On October 6 last year, as Arvind Kejriwal walked into Banaram's house in Delhi's modest Tigri colony to restore the power connection, a new language of election campaigning was being scripted. Today, as the debutant Aam Aadmi Party notches up an impressive 32% of the popular vote share in Delhi's assembly elections, it is an epochal moment in India's robust electoral process.
It would be fair to argue that Kejriwal learnt his lesson of campaigning from his street-fighting years when he was heading the campaign to oppose Shiela Dikshit's plans to privatise water supply. That was a key moment for his NGO, Parivartan, which spearheaded the campaign using the recently-legislated Right To Information Act. They dug out details hidden in file notings, showing how water charges would jump by 800% if the privatisation plans were to come through.
From street agitation to lobbying, Kejriwal was creating a brand of citizen-activism that was hurting the politico-bureaucratic nexus in ways that had not been seen in Delhi since it achieved partial statehood in 1993.
Much of it would be seen when Kejriwal and his closest lieutenant, Manish Sisodia, switched gears from an impromptu Lokpal agitation that began to embed itself in the national consciousness, beaming live on TV, creating a political movement that would ride on the steadily-building mood of anti-incumbency.
Perhaps a way to understand Kejriwal and his campaign would be examine how he understood the language of mass media better than other political heavyweights.
First, he was far more accessible to the media than the others. It was a subtle message to readers and viewers that he was, in fact, far more accessible than the established political parties and their leaders.
Second, Kejriwal understood better than others that dramatic moments worked better than studio debates which established parties were comfortable with. So using the good offices of Left leaders, the trio of Kejriwal, Prashant Bhushan and Sisodia would hold a string of press conferences, taking on those perceived to be the mightiest in the land. From key political personalities to corporate groups, the Kejriwal canon would fire indiscriminately, but consistently, and script a new language of drama rarely seen these days.
Third, Kejriwal also understood the subversive better than the others. This was because he was the subversive in many ways. He wouldn't have a fancy car, drive his Maruti Alto, wear his shirt untucked, and wear his "clerk" look that left opponents confused and his admirers stunned. Here was a small man dominating the big picture. This man would use the Delhi metro trains to storm Vijay Chowk and India Gate, while his political opponents were busy travelling in their Toyota and Mitsubushi SUVs.
As the campaign went into full swing, the AAP would ignore local municipal rules to start hanging banners illegally from flyovers across the city. As the state machinery would swing into action, ironically, to uphold the law, the AAP would notch up victories in the byte-wars of TV news channels. The AAP would also consistently ensure that every time the Delhi Police arrested their cadres, they would launch publicity campaigns to underscore the point that they were the underdogs taking on the establishment. Crucially, when it came to funding, they ensured that the donors were listed on websites and receipts issued promptly, driving home the message that they were the “real” party with a difference.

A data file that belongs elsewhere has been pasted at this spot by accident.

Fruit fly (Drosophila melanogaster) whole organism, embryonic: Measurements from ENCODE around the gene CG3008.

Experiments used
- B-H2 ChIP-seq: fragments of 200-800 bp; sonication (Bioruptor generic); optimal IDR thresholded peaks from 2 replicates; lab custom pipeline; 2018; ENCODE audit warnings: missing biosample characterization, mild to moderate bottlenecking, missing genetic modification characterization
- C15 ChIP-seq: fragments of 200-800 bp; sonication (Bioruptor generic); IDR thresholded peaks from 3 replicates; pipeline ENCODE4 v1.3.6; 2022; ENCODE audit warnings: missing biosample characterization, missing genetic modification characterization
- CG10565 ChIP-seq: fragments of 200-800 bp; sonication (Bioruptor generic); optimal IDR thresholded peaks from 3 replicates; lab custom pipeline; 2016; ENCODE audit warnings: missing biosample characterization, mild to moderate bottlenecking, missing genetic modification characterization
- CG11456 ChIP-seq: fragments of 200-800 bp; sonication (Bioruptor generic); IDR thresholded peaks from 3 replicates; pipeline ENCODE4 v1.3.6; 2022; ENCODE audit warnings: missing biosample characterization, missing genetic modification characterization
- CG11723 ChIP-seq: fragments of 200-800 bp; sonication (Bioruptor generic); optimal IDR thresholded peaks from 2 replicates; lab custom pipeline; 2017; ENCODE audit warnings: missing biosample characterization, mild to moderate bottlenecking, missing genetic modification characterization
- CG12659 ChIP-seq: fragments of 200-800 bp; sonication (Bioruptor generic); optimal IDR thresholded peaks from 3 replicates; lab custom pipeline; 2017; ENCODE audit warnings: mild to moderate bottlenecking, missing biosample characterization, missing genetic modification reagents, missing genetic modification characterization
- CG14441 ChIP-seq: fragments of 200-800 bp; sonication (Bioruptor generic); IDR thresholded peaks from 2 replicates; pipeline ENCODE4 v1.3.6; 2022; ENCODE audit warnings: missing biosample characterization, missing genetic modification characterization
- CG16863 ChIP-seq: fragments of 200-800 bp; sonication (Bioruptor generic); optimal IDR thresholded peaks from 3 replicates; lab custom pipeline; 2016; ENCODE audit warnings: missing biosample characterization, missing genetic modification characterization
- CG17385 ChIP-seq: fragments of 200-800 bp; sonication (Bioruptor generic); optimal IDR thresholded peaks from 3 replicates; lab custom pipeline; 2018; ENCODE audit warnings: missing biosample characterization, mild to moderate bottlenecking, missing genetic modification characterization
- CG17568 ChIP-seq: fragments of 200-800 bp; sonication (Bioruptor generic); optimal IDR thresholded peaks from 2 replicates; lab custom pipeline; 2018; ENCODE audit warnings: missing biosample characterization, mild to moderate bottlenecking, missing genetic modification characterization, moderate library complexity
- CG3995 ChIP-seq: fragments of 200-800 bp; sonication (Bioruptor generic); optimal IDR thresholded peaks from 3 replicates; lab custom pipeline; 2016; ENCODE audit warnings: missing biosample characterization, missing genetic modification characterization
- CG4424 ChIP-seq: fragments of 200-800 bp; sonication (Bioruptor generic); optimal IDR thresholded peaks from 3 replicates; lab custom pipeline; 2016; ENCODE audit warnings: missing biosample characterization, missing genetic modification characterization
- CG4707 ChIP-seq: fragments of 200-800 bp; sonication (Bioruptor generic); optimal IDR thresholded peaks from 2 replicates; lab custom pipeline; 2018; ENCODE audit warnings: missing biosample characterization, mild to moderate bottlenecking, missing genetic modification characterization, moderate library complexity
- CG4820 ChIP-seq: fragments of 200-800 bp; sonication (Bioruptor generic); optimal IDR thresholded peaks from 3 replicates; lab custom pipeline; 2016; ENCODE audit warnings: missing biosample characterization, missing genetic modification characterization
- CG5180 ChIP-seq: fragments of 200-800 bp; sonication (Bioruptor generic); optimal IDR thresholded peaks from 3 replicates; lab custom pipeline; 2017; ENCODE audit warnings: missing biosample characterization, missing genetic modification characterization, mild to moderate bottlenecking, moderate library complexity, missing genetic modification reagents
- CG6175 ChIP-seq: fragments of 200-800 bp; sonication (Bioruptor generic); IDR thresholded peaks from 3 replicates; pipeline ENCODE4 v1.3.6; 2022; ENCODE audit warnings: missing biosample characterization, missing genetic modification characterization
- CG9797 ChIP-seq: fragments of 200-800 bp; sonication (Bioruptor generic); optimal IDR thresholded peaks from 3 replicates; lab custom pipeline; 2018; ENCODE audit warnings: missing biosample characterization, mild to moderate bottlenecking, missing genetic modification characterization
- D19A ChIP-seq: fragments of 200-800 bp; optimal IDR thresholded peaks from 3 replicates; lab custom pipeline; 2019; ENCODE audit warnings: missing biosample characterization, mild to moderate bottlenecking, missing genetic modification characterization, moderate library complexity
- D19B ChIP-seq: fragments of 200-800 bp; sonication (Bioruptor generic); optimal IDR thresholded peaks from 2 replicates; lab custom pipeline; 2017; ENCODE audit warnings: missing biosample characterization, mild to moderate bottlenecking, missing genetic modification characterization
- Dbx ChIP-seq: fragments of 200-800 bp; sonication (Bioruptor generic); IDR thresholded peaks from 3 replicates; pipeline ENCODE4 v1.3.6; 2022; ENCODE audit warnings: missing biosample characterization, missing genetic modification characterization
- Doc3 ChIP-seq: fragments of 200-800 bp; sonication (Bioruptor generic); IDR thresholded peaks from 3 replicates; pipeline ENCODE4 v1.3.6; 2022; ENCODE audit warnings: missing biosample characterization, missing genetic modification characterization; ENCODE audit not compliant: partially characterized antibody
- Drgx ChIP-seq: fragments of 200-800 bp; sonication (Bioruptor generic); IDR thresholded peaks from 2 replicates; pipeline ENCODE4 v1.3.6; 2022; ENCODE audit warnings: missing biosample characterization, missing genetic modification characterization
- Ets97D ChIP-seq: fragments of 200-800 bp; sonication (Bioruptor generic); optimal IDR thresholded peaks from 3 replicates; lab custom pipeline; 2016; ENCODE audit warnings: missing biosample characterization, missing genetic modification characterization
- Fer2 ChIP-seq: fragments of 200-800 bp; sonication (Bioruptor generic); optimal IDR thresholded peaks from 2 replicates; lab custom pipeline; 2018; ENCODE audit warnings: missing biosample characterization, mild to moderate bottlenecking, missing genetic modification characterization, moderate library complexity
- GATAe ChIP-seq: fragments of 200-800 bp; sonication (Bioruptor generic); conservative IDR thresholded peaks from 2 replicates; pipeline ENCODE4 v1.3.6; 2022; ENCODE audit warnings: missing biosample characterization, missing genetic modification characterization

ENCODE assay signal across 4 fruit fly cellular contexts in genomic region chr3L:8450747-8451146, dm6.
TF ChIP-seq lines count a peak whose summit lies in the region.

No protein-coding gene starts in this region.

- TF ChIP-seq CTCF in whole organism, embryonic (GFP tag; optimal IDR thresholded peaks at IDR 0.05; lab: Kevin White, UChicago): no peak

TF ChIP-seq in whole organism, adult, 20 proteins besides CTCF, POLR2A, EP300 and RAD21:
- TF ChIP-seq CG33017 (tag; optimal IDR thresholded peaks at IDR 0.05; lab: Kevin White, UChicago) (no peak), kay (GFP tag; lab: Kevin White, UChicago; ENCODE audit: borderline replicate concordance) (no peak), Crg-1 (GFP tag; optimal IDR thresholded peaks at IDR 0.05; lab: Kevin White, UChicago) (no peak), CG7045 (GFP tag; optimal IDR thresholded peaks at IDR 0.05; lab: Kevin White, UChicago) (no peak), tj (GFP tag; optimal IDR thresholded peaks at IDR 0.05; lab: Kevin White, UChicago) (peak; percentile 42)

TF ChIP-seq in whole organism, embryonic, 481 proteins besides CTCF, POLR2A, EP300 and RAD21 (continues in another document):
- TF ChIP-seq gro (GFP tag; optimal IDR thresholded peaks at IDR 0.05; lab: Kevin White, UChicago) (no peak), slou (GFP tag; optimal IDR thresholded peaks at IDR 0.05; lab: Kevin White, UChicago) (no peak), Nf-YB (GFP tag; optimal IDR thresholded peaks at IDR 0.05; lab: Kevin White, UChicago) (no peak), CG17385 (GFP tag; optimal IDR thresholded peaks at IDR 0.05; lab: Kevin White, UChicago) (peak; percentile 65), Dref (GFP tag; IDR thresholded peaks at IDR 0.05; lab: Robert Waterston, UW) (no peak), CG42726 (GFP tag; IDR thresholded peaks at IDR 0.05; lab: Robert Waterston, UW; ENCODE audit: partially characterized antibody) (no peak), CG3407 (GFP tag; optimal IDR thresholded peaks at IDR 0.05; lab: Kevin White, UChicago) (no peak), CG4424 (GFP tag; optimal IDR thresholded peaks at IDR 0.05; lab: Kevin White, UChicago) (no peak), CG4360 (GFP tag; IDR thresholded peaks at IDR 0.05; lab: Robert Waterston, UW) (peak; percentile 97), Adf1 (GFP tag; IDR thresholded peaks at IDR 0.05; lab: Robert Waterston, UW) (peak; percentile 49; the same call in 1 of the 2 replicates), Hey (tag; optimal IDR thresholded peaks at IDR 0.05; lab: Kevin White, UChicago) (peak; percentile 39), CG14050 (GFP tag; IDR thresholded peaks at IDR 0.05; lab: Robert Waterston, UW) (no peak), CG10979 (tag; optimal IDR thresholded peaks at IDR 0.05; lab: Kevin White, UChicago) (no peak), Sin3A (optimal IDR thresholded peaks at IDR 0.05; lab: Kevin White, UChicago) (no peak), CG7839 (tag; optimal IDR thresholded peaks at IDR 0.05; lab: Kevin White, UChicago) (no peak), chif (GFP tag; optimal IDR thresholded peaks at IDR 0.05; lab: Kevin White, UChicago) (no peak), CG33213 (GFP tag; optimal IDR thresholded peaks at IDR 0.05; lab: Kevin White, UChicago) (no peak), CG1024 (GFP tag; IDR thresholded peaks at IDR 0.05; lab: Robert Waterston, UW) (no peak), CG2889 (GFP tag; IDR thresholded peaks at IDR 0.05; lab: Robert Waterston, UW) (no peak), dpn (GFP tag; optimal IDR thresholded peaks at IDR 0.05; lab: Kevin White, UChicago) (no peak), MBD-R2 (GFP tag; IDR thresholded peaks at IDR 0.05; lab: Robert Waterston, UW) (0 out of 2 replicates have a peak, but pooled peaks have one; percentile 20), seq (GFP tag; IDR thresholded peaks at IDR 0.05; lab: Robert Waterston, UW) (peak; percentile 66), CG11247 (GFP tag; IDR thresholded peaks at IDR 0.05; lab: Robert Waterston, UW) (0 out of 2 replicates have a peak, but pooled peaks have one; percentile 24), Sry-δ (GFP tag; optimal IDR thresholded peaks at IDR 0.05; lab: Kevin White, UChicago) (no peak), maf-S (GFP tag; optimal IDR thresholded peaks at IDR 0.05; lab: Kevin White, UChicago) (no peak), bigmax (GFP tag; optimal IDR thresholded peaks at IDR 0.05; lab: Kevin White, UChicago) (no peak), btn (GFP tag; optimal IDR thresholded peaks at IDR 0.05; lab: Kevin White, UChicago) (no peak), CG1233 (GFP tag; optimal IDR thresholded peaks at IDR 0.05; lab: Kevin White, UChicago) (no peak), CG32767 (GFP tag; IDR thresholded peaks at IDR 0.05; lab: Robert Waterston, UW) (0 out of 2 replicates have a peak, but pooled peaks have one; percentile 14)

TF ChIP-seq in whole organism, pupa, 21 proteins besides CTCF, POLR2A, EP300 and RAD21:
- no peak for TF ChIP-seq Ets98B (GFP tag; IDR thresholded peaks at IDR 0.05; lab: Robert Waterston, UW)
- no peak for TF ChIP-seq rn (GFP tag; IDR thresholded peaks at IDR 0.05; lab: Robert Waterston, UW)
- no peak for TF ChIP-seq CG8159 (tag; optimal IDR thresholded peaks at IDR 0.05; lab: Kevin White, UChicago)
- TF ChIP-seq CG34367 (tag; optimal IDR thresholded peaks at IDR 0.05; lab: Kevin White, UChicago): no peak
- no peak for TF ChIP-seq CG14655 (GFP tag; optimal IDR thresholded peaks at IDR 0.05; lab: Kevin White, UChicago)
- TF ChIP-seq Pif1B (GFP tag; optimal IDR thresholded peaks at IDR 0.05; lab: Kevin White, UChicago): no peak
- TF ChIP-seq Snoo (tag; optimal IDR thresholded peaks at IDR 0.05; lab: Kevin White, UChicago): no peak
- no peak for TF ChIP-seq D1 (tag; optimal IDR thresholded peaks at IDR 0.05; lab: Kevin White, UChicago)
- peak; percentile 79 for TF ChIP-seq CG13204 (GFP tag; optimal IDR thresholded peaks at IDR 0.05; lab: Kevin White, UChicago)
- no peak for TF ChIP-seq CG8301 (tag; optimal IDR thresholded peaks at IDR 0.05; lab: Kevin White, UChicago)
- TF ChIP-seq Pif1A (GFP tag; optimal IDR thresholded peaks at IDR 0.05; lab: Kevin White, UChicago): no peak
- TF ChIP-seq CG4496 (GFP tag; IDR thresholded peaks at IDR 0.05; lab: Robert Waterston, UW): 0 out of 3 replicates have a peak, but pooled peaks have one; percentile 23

But while the media was being used effectively to enter living rooms that mattered to AAP's future, Kejriwal was also hitting the streets like no other political party has done recently.
This came from his years of experience of taking the RTI to slums to demand ration cards and accountability of an archaic public distribution system which had angered the people who had diligently support the Congress for 15 years. It was a key element that would pay dividends as soon as the Election Commission granted them the symbol of the "jhaadu" (broom).
While a broom was an age-old symbol of sweeping out the corrupt, it also had another potent identity that many failed to see initially.
The jhaadu was the sole means of livelihood of the oppressed, the Dalits, who lived in the hovels of Delhi that the Shiela Diskhit government had tried so hard to hide during the Commonwealth Games. This army of voters had cleaned the streets, manually scavenged and recycled trash, quietly biding their time for a moment such as this.
While Mayawati's Bahujan Samajwadi Party had tried to appeal to this voter for decades, Kejriwal's language gave them voice. With the upper and the middle classes already with him, he now had the people who really mattered in every election - the people who had the highest hopes and the biggest disappointments in election after election.
Finally, there was Kejriwal, quietly practicing identity politics in some parts, but also visibly stepping away from it when it mattered.
By picking up Shazia Ilmi for the RK Puram seat, he was sending out a message that woman's empowerment meant more than her identity as a minority candidate. Taking on a former deputy mayor like Anil Sharma of the BJP, Ilmi would hold her own and lose by a wafer-thin margin.
But in a Delhi shocked into shame and anger by a horrific gang-rape of a gutsy young woman, Ilmi represented a campaign language that other political parties clearly lacked. Forged in the fire of cynicism, anger, frustration and aspirations, the language of the AAP campaign will remain the cornerstone of a vibrant democracy at work.